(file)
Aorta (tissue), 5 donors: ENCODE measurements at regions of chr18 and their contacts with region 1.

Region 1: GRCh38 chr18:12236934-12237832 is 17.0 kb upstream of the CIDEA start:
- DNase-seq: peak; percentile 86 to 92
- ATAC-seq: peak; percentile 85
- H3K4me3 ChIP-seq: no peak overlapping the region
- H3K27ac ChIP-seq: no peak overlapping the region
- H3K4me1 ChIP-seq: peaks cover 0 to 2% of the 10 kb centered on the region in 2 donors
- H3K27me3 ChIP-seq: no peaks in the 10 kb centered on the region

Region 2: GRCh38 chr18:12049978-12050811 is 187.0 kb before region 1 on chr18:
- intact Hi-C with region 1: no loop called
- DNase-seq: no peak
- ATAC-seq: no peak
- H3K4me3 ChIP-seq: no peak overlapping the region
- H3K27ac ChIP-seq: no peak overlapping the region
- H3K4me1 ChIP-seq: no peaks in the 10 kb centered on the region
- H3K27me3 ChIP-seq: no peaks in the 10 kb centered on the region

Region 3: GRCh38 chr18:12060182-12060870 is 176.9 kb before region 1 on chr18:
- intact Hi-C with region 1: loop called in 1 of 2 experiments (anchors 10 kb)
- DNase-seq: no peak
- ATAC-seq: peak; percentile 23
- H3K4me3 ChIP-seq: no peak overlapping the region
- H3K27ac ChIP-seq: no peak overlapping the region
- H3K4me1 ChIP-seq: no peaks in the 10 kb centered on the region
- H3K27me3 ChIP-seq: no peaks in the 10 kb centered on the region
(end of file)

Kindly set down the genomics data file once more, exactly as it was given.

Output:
Aorta (tissue), 5 donors: ENCODE measurements at regions of chr18 and their contacts with region 1.

Region 1: GRCh38 chr18:12236934-12237832 is 17.0 kb upstream of the CIDEA start:
- DNase-seq: peak; percentile 86 to 92
- ATAC-seq: peak; percentile 85
- H3K4me3 ChIP-seq: no peak overlapping the region
- H3K27ac ChIP-seq: no peak overlapping the region
- H3K4me1 ChIP-seq: peaks cover 0 to 2% of the 10 kb centered on the region in 2 donors
- H3K27me3 ChIP-seq: no peaks in the 10 kb centered on the region

Region 2: GRCh38 chr18:12049978-12050811 is 187.0 kb before region 1 on chr18:
- intact Hi-C with region 1: no loop called
- DNase-seq: no peak
- ATAC-seq: no peak
- H3K4me3 ChIP-seq: no peak overlapping the region
- H3K27ac ChIP-seq: no peak overlapping the region
- H3K4me1 ChIP-seq: no peaks in the 10 kb centered on the region
- H3K27me3 ChIP-seq: no peaks in the 10 kb centered on the region

Region 3: GRCh38 chr18:12060182-12060870 is 176.9 kb before region 1 on chr18:
- intact Hi-C with region 1: loop called in 1 of 2 experiments (anchors 10 kb)
- DNase-seq: no peak
- ATAC-seq: peak; percentile 23
- H3K4me3 ChIP-seq: no peak overlapping the region
- H3K27ac ChIP-seq: no peak overlapping the region
- H3K4me1 ChIP-seq: no peaks in the 10 kb centered on the region
- H3K27me3 ChIP-seq: no peaks in the 10 kb centered on the region